Physics Problem Book Recommendation

In summary, the conversation discusses a student's experience with a physics test that included challenging problems not found in the textbook or recommended problem book. They are seeking recommendations for an interesting or challenging physics problem book and are advised to try the REA Physics book, Kleppner's Intro to Mechanics, Irodov's book, or Herbert Goldstein's book. They also mention that Schaum's 3000 problems set is not suitable for a physics major and recommend Kleppner's, French's, or Kittel's books for first-year physics.
  • #1
avonrepus
4
0
I'm currently attending Physics I: Mechanics Course
I took the first test, and the test included problems that were not
on textbook nor a recommended problem book, i.e. schaum's 3000 problems..
The problems were interesting twists on the concepts, the problems were not
so difficult, but I was taken aback by them.
If anyone can recommend interesting or challenging physics problem book
, that would help me so much
 
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  • #2
You can try the REA Physics book.
 
  • #3
Kleppner's Intro to Mechanics has a great set of challenging HW problems. Most of the "classic" physics test problems are in there along with some other very interesting problems.
 
  • #4
Get Irodov's book (problems in general physics).
 
  • #5
avonrepus said:
The problems were interesting twists on the concepts, the problems were not
so difficult, but I was taken aback by them.

Your instructor probably wants to find out whether you can think, not just remember previously-seen solutions. :wink:
 
  • #6
jtbell said:
Your instructor probably wants to find out whether you can think, not just remember previously-seen solutions. :wink:

Well, by solving variety of problems, I will be actually studying for the test by working through problems. I think theorems and applications of it must be studied together to increase my understanding. And I'm not going to memorize the solutions themselves, by working with them, I'm looking for the methods of solving. New relationships can open ways to many others.

Btw, thanks for the recommendations
 
  • #7
avonrepus said:
I'm currently attending Physics I: Mechanics Course
I took the first test, and the test included problems that were not
on textbook nor a recommended problem book, i.e. schaum's 3000 problems..
The problems were interesting twists on the concepts, the problems were not
so difficult, but I was taken aback by them.
If anyone can recommend interesting or challenging physics problem book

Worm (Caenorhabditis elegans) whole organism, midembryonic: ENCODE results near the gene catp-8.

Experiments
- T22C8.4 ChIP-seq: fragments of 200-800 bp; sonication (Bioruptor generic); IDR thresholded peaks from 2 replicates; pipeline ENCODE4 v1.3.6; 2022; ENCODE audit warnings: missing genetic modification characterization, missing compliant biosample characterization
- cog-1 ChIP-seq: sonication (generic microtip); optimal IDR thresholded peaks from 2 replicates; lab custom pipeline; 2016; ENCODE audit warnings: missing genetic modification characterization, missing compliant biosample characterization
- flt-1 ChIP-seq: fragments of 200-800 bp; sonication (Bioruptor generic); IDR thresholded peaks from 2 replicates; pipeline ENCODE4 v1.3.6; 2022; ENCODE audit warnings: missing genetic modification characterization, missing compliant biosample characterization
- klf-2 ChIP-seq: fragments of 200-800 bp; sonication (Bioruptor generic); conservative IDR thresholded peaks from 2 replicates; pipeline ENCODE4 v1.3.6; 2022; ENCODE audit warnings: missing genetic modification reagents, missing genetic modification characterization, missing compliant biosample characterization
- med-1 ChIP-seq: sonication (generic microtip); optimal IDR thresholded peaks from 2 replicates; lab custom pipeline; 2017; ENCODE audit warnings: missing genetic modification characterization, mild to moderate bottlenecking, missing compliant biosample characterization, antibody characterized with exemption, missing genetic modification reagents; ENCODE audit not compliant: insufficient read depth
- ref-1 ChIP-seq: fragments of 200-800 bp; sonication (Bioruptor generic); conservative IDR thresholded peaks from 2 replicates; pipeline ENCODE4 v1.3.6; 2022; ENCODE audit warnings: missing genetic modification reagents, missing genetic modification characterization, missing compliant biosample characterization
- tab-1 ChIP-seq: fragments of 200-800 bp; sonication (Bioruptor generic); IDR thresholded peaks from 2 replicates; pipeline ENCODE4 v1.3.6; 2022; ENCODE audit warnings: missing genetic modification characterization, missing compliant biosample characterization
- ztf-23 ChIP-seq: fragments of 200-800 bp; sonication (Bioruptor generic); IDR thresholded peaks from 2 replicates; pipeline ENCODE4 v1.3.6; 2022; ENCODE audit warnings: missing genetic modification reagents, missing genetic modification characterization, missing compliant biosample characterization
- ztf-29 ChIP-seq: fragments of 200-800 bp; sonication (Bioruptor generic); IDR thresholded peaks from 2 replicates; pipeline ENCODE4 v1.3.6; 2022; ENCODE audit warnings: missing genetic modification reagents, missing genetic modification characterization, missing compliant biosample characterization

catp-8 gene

, that would help me so much

i would like to suggest you to do herbert goldstein 3rd edition
the problems are challenging
 
  • #8
schaum's 3000 problems set is a joke for a physics major in my opinion.
for first year physics look at kleppner's/french's/kittel's books.
if you pick at least two of them or even one you could rest assure that you have the best book for this introductory course in mechanics.
 

What is a good physics problem book for beginners?

One highly recommended physics problem book for beginners is "Fundamentals of Physics" by David Halliday, Robert Resnick, and Jearl Walker. It covers a wide range of topics and includes step-by-step solutions to problems.

Does the recommended physics problem book cover all topics in physics?

No, most physics problem books will not cover all topics in physics. They usually focus on specific areas such as mechanics, electromagnetism, or thermodynamics. It is important to choose a book that aligns with your specific needs and interests.

Are there any online resources for physics problem books?

Yes, there are many online resources for physics problem books. Some popular options include Khan Academy, OpenStax, and the MIT OpenCourseWare. These resources offer free access to textbooks, problem sets, and solutions.

What are some features to look for in a good physics problem book?

A good physics problem book should have clear and concise explanations, a variety of practice problems with varying degrees of difficulty, and step-by-step solutions. It should also cover a range of topics and have plenty of real-world examples.

Can physics problem books be used for self-study?

Yes, physics problem books can be a great resource for self-study. They usually include detailed explanations and solutions, making it easier for individuals to learn at their own pace. However, it is recommended to also seek guidance from a teacher or tutor for a better understanding of the subject.

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